Review: The Shifting Grounds of Race

I find Los Angeles history to be a fascinating topic and this book is another peek into it. Growing up in the East, I found the West to have a pretty short idea of what the past comprises. That turns out to be a preconception that the West in general and Los Angeles does take steps to reinforce, but it’s more ludicrous the longer one thinks about it. The West coast’s history of European occupation – not to mention the lengthy history of the indigenous – was long underway when the Massachusetts Bay and Virginia colonies were just getting sited. This book doesn’t go that far back, but it’s no less rich for its recency.

LA has long been a major crossroads attracting populations from all over the continent and Pacific, accelerated by physical and metaphorical gold rushes and land marketing. As it became a hub for industry and trade in the period leading up to WWII, it attracted workers. These were often not citizens and treated as much less than people. To add to that, the land marketers often erased these immigrant populations to sell an American paradise.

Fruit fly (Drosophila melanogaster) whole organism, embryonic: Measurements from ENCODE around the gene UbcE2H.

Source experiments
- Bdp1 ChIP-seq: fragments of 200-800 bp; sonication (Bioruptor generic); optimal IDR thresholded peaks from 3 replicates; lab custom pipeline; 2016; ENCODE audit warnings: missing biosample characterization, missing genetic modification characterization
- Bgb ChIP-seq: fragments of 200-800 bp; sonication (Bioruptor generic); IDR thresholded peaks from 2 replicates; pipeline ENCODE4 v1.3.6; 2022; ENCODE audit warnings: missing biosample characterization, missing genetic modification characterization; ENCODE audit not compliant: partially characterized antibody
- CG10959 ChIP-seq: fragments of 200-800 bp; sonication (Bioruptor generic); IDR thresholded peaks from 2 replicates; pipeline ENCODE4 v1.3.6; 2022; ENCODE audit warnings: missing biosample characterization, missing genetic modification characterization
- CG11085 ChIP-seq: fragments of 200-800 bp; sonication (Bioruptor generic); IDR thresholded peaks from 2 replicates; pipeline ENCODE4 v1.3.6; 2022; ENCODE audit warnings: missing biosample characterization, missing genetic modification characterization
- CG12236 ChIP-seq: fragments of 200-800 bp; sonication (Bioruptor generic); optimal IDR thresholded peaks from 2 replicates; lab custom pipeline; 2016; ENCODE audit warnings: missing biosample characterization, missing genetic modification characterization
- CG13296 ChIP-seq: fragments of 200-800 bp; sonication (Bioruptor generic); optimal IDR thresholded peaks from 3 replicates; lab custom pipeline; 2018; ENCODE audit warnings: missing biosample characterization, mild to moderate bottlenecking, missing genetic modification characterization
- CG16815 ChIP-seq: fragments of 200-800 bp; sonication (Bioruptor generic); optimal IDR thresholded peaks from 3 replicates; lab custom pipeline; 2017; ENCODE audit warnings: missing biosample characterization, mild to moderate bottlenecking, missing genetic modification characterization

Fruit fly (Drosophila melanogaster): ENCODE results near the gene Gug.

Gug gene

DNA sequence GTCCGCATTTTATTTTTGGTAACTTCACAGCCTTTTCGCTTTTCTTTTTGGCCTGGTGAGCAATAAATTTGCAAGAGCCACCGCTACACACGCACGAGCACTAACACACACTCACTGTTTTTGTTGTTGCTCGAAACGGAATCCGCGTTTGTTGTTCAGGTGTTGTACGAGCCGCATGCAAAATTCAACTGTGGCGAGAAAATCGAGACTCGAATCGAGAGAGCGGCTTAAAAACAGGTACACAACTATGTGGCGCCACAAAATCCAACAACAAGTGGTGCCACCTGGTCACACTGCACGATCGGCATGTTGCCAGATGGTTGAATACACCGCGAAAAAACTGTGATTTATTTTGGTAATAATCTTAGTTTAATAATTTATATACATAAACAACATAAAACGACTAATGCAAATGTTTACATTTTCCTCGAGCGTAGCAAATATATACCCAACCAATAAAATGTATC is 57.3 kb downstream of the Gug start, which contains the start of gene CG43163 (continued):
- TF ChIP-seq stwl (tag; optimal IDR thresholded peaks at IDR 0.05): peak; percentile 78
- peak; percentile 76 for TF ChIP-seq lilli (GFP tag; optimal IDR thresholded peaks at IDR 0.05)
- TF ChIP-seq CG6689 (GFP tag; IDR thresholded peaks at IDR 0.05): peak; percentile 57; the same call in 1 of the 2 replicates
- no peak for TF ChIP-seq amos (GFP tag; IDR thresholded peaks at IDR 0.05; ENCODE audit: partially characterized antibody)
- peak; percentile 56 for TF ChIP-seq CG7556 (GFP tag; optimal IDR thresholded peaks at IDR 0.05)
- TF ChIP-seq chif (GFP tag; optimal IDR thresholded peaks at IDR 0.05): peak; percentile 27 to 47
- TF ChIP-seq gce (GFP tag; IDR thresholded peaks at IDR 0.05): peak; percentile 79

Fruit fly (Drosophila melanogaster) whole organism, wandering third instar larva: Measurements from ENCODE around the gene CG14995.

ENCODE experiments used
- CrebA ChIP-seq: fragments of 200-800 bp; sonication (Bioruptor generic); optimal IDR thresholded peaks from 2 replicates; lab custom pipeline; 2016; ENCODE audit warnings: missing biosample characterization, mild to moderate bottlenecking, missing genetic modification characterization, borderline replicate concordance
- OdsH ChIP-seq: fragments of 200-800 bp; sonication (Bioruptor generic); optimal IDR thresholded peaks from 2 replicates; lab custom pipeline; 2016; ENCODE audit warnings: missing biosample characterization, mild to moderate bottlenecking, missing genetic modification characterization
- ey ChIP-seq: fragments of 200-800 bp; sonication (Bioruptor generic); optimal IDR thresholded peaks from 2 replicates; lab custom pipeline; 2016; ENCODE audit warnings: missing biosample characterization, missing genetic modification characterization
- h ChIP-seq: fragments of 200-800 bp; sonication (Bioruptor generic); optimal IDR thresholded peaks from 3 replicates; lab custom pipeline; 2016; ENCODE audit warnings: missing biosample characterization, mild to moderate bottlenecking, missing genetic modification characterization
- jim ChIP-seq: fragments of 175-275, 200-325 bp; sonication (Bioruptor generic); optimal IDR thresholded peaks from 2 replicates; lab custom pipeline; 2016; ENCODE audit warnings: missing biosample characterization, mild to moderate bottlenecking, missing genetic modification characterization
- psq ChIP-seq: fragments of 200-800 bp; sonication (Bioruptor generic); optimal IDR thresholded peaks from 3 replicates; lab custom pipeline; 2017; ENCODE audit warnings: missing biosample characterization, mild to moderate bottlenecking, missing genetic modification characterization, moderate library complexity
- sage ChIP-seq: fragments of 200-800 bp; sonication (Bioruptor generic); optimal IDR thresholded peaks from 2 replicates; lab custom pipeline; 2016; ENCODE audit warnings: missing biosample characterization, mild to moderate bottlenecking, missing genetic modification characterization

WWII complicated matters by excusing explicitly removing Japanese immigrants and citizens into camps. Those people’s labor was replaced by additional labor from within and without the nation, and the frictions between these people make up a significant part of Grounds. It’s not an endorsement of Americans’ record in fairness and inclusion by any means. It’s important to know, though.

While I find the research and interpretation of it excellent, I won’t say Grounds is a page turner. Scott Kurashige’s skills are more in scholarship than in wordsmithing. Some of that may be taking extra care with ideas that may be explosive and I can’t blame him. He never says that, so it’s just a guess.


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